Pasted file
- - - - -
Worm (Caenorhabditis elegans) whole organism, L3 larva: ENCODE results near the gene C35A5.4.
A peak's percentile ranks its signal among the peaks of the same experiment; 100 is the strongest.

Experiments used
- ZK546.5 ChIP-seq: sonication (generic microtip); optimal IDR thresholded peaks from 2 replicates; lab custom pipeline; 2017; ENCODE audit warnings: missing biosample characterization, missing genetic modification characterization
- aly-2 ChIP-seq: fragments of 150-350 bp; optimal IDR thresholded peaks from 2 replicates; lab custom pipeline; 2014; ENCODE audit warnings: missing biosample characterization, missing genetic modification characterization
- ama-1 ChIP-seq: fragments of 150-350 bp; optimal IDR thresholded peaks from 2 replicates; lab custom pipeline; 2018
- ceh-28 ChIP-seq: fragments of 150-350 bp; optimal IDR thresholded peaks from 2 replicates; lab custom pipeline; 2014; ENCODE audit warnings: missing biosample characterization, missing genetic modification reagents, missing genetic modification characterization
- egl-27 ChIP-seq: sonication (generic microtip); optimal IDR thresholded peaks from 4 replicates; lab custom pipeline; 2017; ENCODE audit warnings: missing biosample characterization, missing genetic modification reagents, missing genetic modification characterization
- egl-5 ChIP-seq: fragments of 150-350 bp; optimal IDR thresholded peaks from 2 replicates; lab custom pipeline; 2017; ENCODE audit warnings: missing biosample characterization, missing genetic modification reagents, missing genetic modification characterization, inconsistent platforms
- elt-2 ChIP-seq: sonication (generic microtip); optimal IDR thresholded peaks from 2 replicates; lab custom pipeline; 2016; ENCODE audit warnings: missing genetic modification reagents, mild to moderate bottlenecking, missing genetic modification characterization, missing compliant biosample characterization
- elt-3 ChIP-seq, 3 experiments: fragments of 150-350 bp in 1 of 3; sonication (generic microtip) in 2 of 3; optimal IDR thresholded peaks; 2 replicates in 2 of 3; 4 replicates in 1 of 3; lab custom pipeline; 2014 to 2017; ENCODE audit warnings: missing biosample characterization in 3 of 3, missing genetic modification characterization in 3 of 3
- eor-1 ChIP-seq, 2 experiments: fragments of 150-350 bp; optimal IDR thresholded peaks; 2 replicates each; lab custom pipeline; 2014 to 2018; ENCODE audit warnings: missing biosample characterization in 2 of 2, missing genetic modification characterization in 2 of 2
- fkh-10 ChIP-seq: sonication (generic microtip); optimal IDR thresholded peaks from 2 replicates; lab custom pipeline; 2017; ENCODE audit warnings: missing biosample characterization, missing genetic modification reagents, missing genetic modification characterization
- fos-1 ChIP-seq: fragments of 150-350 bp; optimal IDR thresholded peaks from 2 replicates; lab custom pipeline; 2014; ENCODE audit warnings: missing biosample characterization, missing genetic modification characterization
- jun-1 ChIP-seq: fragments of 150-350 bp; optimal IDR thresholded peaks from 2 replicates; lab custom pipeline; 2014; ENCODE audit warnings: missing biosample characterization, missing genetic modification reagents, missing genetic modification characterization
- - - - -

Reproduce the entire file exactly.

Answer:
Worm (Caenorhabditis elegans) whole organism, L3 larva: ENCODE results near the gene C35A5.4.
A peak's percentile ranks its signal among the peaks of the same experiment; 100 is the strongest.

Experiments used
- ZK546.5 ChIP-seq: sonication (generic microtip); optimal IDR thresholded peaks from 2 replicates; lab custom pipeline; 2017; ENCODE audit warnings: missing biosample characterization, missing genetic modification characterization
- aly-2 ChIP-seq: fragments of 150-350 bp; optimal IDR thresholded peaks from 2 replicates; lab custom pipeline; 2014; ENCODE audit warnings: missing biosample characterization, missing genetic modification characterization
- ama-1 ChIP-seq: fragments of 150-350 bp; optimal IDR thresholded peaks from 2 replicates; lab custom pipeline; 2018
- ceh-28 ChIP-seq: fragments of 150-350 bp; optimal IDR thresholded peaks from 2 replicates; lab custom pipeline; 2014; ENCODE audit warnings: missing biosample characterization, missing genetic modification reagents, missing genetic modification characterization
- egl-27 ChIP-seq: sonication (generic microtip); optimal IDR thresholded peaks from 4 replicates; lab custom pipeline; 2017; ENCODE audit warnings: missing biosample characterization, missing genetic modification reagents, missing genetic modification characterization
- egl-5 ChIP-seq: fragments of 150-350 bp; optimal IDR thresholded peaks from 2 replicates; lab custom pipeline; 2017; ENCODE audit warnings: missing biosample characterization, missing genetic modification reagents, missing genetic modification characterization, inconsistent platforms
- elt-2 ChIP-seq: sonication (generic microtip); optimal IDR thresholded peaks from 2 replicates; lab custom pipeline; 2016; ENCODE audit warnings: missing genetic modification reagents, mild to moderate bottlenecking, missing genetic modification characterization, missing compliant biosample characterization
- elt-3 ChIP-seq, 3 experiments: fragments of 150-350 bp in 1 of 3; sonication (generic microtip) in 2 of 3; optimal IDR thresholded peaks; 2 replicates in 2 of 3; 4 replicates in 1 of 3; lab custom pipeline; 2014 to 2017; ENCODE audit warnings: missing biosample characterization in 3 of 3, missing genetic modification characterization in 3 of 3
- eor-1 ChIP-seq, 2 experiments: fragments of 150-350 bp; optimal IDR thresholded peaks; 2 replicates each; lab custom pipeline; 2014 to 2018; ENCODE audit warnings: missing biosample characterization in 2 of 2, missing genetic modification characterization in 2 of 2
- fkh-10 ChIP-seq: sonication (generic microtip); optimal IDR thresholded peaks from 2 replicates; lab custom pipeline; 2017; ENCODE audit warnings: missing biosample characterization, missing genetic modification reagents, missing genetic modification characterization
- fos-1 ChIP-seq: fragments of 150-350 bp; optimal IDR thresholded peaks from 2 replicates; lab custom pipeline; 2014; ENCODE audit warnings: missing biosample characterization, missing genetic modification characterization
- jun-1 ChIP-seq: fragments of 150-350 bp; optimal IDR thresholded peaks from 2 replicates; lab custom pipeline; 2014; ENCODE audit warnings: missing biosample characterization, missing genetic modification reagents, missing genetic modification characterization